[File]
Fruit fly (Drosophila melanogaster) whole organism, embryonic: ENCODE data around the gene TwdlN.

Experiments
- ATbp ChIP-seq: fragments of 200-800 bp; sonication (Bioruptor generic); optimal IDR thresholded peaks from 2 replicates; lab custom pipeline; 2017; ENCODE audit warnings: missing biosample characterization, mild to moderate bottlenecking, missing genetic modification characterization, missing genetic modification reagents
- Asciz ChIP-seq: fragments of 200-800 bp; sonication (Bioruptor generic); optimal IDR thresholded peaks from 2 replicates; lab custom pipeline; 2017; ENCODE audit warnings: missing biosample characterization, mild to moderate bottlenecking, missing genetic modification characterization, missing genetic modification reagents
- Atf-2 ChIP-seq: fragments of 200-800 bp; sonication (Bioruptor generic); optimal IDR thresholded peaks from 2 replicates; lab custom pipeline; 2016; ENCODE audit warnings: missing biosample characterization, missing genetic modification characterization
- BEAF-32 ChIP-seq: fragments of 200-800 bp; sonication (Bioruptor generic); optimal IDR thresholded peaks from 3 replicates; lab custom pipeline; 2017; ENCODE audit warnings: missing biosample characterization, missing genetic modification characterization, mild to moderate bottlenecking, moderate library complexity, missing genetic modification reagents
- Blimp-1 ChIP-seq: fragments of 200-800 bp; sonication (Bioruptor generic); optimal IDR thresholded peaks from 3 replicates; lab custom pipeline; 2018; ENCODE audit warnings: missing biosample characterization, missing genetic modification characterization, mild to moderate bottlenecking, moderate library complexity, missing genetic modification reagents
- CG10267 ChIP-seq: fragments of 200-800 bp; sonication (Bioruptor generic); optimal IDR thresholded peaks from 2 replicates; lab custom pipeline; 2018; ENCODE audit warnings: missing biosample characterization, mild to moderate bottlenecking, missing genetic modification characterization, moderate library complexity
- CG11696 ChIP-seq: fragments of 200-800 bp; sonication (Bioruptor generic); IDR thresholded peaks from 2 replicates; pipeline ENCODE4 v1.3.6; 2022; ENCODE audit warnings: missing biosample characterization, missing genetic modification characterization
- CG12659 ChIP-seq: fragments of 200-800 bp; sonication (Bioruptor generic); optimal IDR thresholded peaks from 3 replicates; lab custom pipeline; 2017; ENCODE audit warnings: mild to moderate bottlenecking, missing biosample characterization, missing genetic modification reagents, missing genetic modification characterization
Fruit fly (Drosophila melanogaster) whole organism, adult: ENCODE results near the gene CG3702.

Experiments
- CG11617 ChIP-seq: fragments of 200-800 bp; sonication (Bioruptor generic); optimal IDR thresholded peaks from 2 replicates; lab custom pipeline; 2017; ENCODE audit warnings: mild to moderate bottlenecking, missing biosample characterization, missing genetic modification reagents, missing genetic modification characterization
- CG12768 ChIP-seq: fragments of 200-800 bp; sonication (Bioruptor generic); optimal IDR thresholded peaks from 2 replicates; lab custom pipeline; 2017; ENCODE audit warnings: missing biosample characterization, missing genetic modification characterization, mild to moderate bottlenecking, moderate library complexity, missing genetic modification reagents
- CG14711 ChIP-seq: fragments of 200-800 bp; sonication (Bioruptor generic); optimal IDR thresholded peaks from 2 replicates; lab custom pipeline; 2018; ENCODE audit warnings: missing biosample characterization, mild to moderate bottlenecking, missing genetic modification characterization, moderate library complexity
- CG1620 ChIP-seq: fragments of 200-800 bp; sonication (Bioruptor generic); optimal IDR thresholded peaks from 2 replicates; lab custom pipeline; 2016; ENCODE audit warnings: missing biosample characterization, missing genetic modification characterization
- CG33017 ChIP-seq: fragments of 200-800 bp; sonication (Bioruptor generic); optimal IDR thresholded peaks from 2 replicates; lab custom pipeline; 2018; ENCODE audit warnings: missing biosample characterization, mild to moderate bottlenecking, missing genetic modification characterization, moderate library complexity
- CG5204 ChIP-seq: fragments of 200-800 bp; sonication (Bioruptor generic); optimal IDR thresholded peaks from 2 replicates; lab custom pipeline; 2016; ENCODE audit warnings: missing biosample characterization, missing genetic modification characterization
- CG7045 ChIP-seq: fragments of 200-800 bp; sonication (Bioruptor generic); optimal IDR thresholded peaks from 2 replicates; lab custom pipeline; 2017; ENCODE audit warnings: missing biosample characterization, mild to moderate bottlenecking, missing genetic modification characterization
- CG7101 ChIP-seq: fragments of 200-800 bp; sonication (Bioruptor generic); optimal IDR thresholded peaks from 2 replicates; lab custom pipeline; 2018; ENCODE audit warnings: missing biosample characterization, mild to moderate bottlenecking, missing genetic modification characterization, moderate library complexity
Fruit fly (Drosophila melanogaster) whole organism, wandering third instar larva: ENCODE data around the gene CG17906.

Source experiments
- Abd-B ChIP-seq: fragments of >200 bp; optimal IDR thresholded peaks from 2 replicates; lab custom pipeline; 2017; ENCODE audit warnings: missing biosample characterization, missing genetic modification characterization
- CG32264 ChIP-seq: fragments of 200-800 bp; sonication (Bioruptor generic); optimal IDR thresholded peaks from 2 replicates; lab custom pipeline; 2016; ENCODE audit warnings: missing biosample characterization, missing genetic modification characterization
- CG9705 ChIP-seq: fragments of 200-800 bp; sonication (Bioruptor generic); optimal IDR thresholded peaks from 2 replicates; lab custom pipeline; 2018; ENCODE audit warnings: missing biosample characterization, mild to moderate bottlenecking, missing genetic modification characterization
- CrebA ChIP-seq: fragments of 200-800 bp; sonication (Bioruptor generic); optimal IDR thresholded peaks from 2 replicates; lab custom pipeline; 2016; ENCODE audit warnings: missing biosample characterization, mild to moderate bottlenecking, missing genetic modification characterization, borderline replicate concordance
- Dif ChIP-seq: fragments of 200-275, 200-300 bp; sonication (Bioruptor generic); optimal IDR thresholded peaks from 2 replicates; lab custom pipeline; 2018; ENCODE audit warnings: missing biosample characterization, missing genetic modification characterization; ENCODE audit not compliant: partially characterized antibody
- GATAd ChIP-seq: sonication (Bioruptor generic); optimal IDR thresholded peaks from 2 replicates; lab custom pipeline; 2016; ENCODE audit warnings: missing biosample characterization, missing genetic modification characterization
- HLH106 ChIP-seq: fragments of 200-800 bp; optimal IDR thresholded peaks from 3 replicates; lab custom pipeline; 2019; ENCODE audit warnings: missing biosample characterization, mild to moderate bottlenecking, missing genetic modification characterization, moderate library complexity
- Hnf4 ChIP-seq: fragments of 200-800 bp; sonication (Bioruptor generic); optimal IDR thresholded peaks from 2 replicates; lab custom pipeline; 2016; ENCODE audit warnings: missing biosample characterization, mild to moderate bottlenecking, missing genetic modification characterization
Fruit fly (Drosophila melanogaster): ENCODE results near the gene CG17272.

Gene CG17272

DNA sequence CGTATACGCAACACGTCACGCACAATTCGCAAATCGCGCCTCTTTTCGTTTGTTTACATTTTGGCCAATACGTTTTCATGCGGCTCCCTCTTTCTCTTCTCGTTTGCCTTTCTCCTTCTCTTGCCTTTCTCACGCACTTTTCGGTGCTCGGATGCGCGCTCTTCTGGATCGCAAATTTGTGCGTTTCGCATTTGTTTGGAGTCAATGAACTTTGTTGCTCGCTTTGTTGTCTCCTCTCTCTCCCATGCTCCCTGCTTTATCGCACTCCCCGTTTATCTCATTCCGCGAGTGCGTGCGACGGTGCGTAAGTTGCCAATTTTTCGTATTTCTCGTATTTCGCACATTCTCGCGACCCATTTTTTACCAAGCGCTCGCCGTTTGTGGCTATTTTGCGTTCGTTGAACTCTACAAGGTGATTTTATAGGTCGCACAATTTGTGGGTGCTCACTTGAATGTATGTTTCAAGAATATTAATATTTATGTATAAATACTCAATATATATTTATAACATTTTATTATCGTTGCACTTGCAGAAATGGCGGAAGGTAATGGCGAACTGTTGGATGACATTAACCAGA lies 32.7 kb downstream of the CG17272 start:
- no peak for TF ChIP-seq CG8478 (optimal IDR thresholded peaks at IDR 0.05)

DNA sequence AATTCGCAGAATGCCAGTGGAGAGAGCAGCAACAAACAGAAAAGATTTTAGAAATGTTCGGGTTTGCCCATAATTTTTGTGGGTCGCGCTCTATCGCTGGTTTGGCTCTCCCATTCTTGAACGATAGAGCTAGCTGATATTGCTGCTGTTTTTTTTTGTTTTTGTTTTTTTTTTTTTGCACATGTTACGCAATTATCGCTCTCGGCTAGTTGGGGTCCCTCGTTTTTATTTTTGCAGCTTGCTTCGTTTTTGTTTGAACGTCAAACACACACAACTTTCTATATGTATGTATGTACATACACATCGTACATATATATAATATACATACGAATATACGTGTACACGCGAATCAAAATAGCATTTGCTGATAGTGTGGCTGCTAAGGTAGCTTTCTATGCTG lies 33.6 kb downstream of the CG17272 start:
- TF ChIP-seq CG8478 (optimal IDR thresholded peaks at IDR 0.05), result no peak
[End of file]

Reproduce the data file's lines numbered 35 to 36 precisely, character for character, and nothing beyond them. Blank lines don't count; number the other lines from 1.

DNA sequence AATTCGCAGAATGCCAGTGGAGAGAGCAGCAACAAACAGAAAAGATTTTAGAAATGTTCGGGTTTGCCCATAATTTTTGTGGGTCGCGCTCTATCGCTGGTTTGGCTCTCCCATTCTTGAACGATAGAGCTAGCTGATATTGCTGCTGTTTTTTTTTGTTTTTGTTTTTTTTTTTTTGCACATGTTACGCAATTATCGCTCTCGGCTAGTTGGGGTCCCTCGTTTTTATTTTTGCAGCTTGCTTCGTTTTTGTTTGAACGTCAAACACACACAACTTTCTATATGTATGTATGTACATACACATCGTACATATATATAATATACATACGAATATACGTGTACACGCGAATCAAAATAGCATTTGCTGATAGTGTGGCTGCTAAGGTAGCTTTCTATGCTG lies 33.6 kb downstream of the CG17272 start:
- TF ChIP-seq CG8478 (optimal IDR thresholded peaks at IDR 0.05), result no peak